Candidates for a career in IT Security need to be good at riddles. So here’s one about solving the skills cris...
Only one industry figure has been brave enough to take the test so far. Paul Smith is the director of Glassblade, which writes code and builds hardware to fortify its clients against attacks.
OK, Mr Smith, what does Boniface Dike mean to you?
He’s a nurse on the surgical ward at Croydon University Hospital, answers Smith correctly. Research says he’s got a degree in IT security. But even though the IT industry is supposedly crying out for security talent, this keen graduate can’t get hired, confirms Smith.
Correct. So, why is he monitoring my blood pressure today (I’m writing this column while in hospital) when he should be managing hackers? Or at least beefing up the Mayday hospital wifi, which is frankly rubbish.
Can you enlighten us on this, Mr Smith?
“IT security recruitment seems to be based on arrogant presentation and sounding like a clever dick,” Smith says. Good honest answer! Admitting the problem is the first step.
“I’ve met some brilliant IT security chaps outshone only by their smugness,” says Smith. Entry to any IT environment is easier for a generalist at the lower end who shows some spark. Your chance will come to show your colours in your area of expertise - show your ability to learn on your feet.
Does the IT security industry lack imagination? Are they too lazy to bring talent through?
The whole Big IT board level management model can be lazy, he says. Like all board level activity, it’s often geared towards cronyism and belligerent claims and actions, says Smith. Meanwhile they’re totally lacking in actual coalface skills.
“My spies in Big IT they tell me terrifying stories of consultants being hired and sweeping away all before them. They get away with it because they are all so dependent on the idiotic behaviour of everyone else at that level,” says Smith.
You suspect these are the same people who lecture the rest of us about innovation, diversity and corporate empathy.
“The cheques are effectively blank,” says Smith, “don’t fight that, just learn that it’s the environment you are acting in.”
How does an emerging talent like Boniface get desk time?
Tricky, says Smith. You have to make your face fit, at the entry level you need to appear confident but humble - and claim you can do anything! Start with agencies getting placements – do some general stuff for charities for reference work.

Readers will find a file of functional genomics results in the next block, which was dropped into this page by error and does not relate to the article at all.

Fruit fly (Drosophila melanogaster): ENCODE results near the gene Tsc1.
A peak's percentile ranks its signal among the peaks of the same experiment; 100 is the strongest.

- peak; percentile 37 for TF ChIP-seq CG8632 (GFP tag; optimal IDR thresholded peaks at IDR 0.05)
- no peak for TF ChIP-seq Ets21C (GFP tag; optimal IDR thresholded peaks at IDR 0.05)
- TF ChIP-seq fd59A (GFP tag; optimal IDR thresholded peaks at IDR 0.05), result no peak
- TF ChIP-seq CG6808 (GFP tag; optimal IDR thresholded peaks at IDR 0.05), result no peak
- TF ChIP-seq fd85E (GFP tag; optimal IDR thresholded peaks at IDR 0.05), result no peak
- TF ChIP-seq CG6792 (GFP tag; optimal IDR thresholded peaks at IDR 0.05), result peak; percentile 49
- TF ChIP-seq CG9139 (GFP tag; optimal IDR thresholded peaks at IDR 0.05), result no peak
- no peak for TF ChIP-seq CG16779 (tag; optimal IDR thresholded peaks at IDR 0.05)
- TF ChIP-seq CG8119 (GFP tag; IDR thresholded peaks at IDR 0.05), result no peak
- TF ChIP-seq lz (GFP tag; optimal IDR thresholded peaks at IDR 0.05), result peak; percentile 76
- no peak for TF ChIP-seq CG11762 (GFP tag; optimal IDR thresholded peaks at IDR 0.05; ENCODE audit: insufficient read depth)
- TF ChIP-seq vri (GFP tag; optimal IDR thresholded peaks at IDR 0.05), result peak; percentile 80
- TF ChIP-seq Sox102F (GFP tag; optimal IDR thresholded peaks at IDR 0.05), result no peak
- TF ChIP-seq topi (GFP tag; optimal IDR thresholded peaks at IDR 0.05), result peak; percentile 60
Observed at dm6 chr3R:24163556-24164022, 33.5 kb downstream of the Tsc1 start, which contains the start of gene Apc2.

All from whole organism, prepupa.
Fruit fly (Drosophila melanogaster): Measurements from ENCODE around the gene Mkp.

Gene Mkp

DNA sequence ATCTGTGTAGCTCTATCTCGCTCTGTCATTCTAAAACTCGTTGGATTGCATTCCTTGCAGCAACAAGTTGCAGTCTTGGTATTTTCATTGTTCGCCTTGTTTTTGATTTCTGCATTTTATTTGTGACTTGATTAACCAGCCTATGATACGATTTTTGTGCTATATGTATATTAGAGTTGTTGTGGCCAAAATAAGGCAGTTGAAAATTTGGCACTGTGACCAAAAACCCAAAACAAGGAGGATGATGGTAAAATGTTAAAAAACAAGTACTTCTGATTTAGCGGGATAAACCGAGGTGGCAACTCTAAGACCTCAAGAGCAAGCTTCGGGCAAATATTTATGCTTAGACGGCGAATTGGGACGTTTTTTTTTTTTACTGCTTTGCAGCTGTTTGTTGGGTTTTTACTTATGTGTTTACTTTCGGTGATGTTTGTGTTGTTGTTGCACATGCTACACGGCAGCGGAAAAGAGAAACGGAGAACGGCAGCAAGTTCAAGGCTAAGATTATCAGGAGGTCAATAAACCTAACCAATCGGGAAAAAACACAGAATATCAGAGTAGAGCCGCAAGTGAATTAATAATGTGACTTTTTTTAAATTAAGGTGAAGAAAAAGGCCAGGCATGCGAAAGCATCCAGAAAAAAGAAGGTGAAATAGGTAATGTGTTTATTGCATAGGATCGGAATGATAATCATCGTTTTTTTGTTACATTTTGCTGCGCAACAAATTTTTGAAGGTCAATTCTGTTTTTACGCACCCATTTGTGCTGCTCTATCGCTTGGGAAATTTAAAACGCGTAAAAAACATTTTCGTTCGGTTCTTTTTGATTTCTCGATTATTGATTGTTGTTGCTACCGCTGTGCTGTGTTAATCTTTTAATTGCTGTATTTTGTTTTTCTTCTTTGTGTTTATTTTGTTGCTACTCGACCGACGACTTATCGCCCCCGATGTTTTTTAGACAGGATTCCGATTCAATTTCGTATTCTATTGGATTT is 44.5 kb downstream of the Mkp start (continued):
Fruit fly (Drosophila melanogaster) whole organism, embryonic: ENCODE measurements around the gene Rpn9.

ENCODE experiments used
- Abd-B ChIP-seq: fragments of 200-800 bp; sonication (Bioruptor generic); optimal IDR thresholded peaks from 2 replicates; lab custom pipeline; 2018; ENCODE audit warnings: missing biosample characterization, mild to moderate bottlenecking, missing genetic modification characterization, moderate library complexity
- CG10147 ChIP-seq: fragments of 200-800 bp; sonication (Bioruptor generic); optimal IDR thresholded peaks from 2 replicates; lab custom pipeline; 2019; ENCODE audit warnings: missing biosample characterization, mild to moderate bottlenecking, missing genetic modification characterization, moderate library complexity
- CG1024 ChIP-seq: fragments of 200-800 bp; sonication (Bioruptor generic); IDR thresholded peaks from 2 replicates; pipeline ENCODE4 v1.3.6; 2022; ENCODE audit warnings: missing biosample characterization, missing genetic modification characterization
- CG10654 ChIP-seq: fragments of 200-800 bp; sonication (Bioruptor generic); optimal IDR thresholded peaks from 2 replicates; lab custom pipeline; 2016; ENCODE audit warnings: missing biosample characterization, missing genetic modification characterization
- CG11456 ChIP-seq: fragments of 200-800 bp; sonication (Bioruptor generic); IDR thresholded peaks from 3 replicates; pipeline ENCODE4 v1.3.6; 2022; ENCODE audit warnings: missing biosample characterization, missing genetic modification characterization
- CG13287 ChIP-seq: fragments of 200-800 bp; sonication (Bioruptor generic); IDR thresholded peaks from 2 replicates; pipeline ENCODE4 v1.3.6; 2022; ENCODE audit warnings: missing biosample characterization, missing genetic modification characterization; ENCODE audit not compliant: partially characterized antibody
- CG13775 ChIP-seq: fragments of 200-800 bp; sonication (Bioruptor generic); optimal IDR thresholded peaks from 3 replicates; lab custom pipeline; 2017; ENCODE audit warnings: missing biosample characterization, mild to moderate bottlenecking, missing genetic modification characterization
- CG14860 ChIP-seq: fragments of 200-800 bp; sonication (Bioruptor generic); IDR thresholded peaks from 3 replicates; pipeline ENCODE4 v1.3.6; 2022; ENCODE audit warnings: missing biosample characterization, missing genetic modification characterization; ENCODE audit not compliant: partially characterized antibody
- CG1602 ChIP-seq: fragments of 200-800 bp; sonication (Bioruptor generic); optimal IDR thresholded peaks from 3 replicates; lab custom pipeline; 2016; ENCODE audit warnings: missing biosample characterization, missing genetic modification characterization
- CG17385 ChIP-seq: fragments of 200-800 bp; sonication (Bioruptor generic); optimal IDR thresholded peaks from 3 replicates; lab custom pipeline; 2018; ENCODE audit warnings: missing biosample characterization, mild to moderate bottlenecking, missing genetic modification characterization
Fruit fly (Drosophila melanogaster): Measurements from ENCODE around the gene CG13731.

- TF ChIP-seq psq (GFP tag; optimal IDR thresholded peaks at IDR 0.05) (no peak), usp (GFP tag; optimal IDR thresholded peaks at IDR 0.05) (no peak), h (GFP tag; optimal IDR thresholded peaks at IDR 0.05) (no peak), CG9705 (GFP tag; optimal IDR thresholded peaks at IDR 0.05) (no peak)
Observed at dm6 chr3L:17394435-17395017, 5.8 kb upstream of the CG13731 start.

Sounds like neither the channel nor the private sector wants to help too much: Do the IT security crowd secretly love the skills crisis?
“Secretly? It is at the heart of the industry – there is no shortage of wit and imagination, it’s a total vacuum,” says Smith.
Actually there is a huge amount of wit and serious clever thinking, Smith says, but it’s all at the coalface.
Tomorrow’s IoT Networks are going to be desperately insecure . Should we be getting more people like young Mr Boniface into the system as we’ll desperately need them in five year’s time?
“Absolutely! IoT is going to be significant but deployment initially will be fragmented and low value. Until the things join up to provide an AI-driven optimised environment it will be hard to get a foot under the door,” says Smith.
We need drastic measure to prepare for the looming IoT insecurity crises. There needs to be vastly better education about cybersecurity, says Ian Glover president of security accreditation body CREST.
Never specialise too early. A young person might want to go into medicine or law but not necessarily as a specialist brain surgeon or litigator. But we can’t describe real careers in technology and cyber security. Careers advisors, parents or guardians don’t know about these new careers and cannot easily identify someone to help.
We need to bridge this gap with media and language that young people understand. Otherwise we’ll widen the skills gap and raise heighten the UK’s exposure to risk, Glover says.
But who is actually going to do something about it?
Defining our terms would be a good start, says Amanda Finch, general manager at the Institute of Information Security Professionals (IISP).
We are not defining what we need in business terms, so people think a job in cyber security is a boring technicality, Finch says.
“We need people with eclectic skills, from cyber to psychology. There are roles for everyone,” says Finch.
Courses should focus on the employer’s needs rather than pure study. New recruits need to understand issues such as risk, project management and links to other areas of the business.
None of them ever do though. As I note from reading young Boniface’s CV. So there is a massive gap in the market for a decent training organisation with a bit of imagination.
Someone in the channel needs to develop courses to educate people for employment. There’ s massive opportunity even for people who run crap courses. Imagine the demand for your services if you could run something good! That would put a Boniface on the problem.